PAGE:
The following is somewhat similar to the issue discussed at How to ask nicely in Dungeon World, but I'm not asking about someone "asking politely" for a concrete action or object.

I'm wondering how, by the rules-as-written, the GM is supposed to react to someone striking up a conversation with an NPC and it is not about wanting something directly from the NPC, or rather, they are just making friendly inquiries the NPC has no in-fiction reason to refuse to answer. (For a concrete example, in a dwarven settlement haunted by creatures from below they start asking one of the terrorized dwarves questions about how exactly these creatures manifest.)

As written, the rules seem to say that after the PCs ask the NPC a question, the GM has to make a move since the players look to them to see what happens. But there is no move like "give out information" - the closest is Reveal an Unwelcome Truth, but is the GM really supposed to come up with unwelcome truths as answers to every question a PC asks an NPC? The answer to the question linked in the beginning explicitly calls out that there is no "Have a freeform social interaction" move, but I feel something is lacking here. In some conversations, Reveal an Unwelcome Truth and Show Signs of Doom are perfectly appropriate, but none of the other moves seem to make any sort of in-fiction sense when the NPC is already established as a hapless peasant or a willingly cooperating scholar or some similar reliable source of information.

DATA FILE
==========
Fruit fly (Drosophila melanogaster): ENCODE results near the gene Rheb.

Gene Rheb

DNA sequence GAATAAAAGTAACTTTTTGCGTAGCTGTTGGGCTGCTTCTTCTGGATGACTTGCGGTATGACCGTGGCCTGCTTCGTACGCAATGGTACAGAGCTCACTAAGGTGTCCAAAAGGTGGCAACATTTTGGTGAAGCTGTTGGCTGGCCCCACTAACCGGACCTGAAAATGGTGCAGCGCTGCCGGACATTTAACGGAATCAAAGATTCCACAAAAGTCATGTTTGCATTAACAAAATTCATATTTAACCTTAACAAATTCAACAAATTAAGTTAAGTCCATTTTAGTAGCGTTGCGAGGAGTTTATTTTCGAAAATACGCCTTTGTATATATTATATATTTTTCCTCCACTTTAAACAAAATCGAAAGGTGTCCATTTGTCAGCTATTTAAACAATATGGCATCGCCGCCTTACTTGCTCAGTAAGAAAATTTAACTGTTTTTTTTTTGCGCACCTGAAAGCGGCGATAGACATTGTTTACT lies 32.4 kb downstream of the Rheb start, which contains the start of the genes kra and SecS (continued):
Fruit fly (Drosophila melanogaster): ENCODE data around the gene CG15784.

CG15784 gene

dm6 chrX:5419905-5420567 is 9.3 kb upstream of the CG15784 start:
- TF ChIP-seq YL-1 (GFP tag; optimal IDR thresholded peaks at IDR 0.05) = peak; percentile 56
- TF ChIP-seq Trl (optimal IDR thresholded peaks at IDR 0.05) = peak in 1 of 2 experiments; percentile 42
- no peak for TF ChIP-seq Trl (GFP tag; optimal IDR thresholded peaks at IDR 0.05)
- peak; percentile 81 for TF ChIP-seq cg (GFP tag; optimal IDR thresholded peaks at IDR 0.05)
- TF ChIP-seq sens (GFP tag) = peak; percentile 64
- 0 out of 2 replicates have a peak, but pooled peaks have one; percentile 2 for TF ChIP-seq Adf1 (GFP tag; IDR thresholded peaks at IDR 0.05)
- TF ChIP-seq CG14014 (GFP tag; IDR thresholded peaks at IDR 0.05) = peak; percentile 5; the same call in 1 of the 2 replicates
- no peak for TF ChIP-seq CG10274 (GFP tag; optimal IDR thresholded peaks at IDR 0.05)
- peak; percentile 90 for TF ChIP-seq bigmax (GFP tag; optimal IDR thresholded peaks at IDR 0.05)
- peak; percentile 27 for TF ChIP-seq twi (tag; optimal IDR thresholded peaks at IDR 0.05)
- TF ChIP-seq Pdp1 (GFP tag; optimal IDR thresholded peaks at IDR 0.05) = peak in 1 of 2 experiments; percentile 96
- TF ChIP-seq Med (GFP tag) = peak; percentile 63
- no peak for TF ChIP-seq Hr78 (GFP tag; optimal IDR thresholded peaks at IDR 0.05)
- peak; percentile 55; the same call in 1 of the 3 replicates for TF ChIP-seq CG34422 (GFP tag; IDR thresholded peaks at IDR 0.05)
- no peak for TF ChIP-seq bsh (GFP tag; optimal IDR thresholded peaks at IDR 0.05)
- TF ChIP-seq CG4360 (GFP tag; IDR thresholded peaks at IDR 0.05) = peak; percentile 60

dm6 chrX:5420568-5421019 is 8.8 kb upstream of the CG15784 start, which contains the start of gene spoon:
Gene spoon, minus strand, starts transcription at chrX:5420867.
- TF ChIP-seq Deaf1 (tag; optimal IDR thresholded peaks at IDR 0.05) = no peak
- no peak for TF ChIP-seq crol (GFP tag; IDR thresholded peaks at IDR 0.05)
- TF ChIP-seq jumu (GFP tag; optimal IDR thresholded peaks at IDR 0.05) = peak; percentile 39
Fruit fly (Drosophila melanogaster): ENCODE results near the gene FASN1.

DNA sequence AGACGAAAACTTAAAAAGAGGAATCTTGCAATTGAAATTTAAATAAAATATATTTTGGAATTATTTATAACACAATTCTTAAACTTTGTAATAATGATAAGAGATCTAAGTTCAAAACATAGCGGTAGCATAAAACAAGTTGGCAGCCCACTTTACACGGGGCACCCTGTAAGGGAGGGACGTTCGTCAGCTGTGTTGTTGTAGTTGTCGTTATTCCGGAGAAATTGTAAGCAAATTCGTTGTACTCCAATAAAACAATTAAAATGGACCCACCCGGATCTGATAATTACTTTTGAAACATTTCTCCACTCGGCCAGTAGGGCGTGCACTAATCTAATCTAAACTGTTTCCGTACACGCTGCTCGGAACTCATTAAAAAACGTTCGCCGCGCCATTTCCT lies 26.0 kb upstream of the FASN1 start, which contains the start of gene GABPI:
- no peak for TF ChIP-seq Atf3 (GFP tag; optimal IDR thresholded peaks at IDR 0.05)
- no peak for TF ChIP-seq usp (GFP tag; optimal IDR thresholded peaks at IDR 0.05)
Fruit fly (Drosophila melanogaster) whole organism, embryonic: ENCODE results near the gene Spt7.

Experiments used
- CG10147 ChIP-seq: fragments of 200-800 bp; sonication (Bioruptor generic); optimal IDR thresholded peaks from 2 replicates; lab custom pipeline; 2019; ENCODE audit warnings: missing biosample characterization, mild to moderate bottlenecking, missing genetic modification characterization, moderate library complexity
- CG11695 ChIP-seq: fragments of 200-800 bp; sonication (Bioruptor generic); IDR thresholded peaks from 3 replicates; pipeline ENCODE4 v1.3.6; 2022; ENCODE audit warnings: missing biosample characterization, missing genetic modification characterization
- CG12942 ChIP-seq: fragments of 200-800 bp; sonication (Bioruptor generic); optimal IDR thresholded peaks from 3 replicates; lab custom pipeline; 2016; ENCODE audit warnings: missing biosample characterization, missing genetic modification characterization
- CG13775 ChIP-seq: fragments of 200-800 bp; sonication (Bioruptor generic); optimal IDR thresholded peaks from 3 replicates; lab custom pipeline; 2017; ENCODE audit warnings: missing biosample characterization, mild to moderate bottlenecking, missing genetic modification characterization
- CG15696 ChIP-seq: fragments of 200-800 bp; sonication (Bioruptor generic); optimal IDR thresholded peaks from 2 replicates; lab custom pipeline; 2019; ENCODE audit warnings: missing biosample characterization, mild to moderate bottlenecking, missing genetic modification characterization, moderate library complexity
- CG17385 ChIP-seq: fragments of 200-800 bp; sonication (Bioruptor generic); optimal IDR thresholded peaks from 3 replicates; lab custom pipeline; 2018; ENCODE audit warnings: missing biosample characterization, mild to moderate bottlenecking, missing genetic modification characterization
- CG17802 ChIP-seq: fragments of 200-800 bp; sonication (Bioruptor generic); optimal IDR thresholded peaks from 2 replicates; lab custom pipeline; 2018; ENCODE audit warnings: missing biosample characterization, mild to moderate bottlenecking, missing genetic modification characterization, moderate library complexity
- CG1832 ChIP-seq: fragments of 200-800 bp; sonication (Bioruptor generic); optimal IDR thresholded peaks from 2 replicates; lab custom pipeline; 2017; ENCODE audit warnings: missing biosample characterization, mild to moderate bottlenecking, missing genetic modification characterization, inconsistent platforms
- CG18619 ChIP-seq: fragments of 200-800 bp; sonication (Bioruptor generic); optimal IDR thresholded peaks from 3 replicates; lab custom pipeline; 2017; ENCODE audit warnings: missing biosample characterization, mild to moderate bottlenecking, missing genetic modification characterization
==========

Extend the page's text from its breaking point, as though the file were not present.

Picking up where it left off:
Think Offscreen could apply, but this leads to a very strange result where players "fast forward" the offscreen state of the world by asking many questions. I had a hilarious scene where the players tricked a ghost into possessing an egg and then Parleyed with it to henceforward answer their questions by shaking in the classic once-for-yes/twice-for-no pattern. But technically, every single one of these Yes/No questions should have triggered a GM move, since the players looked to the GM for the egg's answer after every question...and there were rather many of those. Making a GM move for every such question strikes me as patently absurd.